Where Is the Data Movement Going?
The important lesson is that no matter how much improvement we will gain in computing and analytics in the future, no one should skip steps that are laid out in this example. However, I am concerned that too many new data players act as if some analytical silver bullet will make all the marketers’ dreams come true, when tool sets are, in reality, developed mostly for one major function at a time.
Let’s just say that the data refinement step (Step No. 2, in the example) is skipped over, as it happens so often even in organizations that currently want to adapt advanced analytics. Do you think that some analytical software will magically take care of categorization and data hygiene steps, too? One day it may. And even if such a day comes, it will take a different type of machine learning for that specific task, and the initial parameters will have to be set by humans with clear goals. Without a proper training process, the machine will not even understand the target categories when faced with gigabytes of raw data.
Too many developers, regardless of the company banner under which they work, are completely ignoring old-school disciplines. Many start-ups are acting like they are reinventing data mining all over again. Too many are attempting to develop a super machine that can just take any size of unrefined, unstructured, and uncategorized data and spit out answers, without funnel-like data reduction steps. Sometime in the future, things may just happen that way. In fact, I cheer for anyone who will have that kind of breakthrough.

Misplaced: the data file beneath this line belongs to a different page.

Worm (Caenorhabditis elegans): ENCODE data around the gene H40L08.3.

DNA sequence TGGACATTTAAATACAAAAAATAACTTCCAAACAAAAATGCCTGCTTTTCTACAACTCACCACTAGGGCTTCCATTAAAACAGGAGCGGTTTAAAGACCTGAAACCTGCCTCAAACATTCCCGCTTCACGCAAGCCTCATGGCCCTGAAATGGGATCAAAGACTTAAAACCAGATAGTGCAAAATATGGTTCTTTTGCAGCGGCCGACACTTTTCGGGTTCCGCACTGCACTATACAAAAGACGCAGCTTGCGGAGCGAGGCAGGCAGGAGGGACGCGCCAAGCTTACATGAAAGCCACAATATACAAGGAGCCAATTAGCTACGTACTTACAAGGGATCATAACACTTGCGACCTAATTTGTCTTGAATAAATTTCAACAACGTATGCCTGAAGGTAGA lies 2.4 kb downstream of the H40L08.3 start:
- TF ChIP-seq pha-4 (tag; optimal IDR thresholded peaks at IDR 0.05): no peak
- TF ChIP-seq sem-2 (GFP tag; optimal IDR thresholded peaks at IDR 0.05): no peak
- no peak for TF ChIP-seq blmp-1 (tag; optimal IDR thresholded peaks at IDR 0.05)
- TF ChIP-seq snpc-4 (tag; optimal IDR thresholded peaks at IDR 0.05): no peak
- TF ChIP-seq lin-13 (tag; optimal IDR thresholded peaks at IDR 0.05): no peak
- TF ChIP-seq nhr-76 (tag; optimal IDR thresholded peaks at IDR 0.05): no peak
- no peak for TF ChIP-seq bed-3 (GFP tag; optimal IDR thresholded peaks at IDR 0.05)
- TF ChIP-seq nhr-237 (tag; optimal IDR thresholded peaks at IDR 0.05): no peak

However, at the risk of sounding like an old school geezer, I would say even such a machine will have to take steps laid out by our predecessors. Data mining started a long time ago with much slower computers, and the old-timers had to think about the steps even more carefully, as they had no time to waste precious machine time. And each necessary step definitely calls for a separate set of goals and different expertise. Data collection, mass storage, rapid retrieval, tagging and categorization, individual identification, data transformation and summary, modeling, scoring, customized message creation, and delivery of the final message to the right person at the right time through the right channel – they all call for different modules that must work together seamlessly. Just like the lunar module and its mother ship in the orbit, built by separate teams.
Stephen H. Yu is a world-class database marketer. He has a proven track record in comprehensive strategic planning and tactical execution, effectively bridging the gap between the marketing and technology world with a balanced view obtained from more than 30 years of experience in best practices of database marketing. Currently, Yu is president and chief consultant at Willow Data Strategy. Previously, he was the head of analytics and insights at eClerx, and VP, Data Strategy & Analytics at Infogroup. Prior to that, Yu was the founding CTO of I-Behavior Inc., which pioneered the use of SKU-level behavioral data. “As a long-time data player with plenty of battle experiences, I would like to share my thoughts and knowledge that I obtained from being a bridge person between the marketing world and the technology world. In the end, data and analytics are just tools for decision-makers; let’s think about what we should be (or shouldn’t be) doing with them first. And the tools must be wielded properly to meet the goals, so let me share some useful tricks in database design, data refinement process and analytics.” Reach him at email@example.com.